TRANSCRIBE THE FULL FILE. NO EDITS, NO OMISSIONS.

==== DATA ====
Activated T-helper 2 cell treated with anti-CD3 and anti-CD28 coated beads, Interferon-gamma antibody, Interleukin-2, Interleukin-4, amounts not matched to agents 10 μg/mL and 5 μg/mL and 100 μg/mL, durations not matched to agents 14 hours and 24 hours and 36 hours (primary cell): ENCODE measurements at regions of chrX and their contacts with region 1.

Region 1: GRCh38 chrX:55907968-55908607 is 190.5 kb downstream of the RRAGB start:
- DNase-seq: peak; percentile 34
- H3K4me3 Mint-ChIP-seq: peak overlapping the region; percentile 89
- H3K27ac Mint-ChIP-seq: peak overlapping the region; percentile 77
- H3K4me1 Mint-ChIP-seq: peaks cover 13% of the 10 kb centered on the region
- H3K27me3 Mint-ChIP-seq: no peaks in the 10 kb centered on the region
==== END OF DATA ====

Activated T-helper 2 cell treated with anti-CD3 and anti-CD28 coated beads, Interferon-gamma antibody, Interleukin-2, Interleukin-4, amounts not matched to agents 10 μg/mL and 5 μg/mL and 100 μg/mL, durations not matched to agents 14 hours and 24 hours and 36 hours (primary cell): ENCODE measurements at regions of chrX and their contacts with region 1.

Region 1: GRCh38 chrX:55907968-55908607 is 190.5 kb downstream of the RRAGB start:
- DNase-seq: peak; percentile 34
- H3K4me3 Mint-ChIP-seq: peak overlapping the region; percentile 89
- H3K27ac Mint-ChIP-seq: peak overlapping the region; percentile 77
- H3K4me1 Mint-ChIP-seq: peaks cover 13% of the 10 kb centered on the region
- H3K27me3 Mint-ChIP-seq: no peaks in the 10 kb centered on the region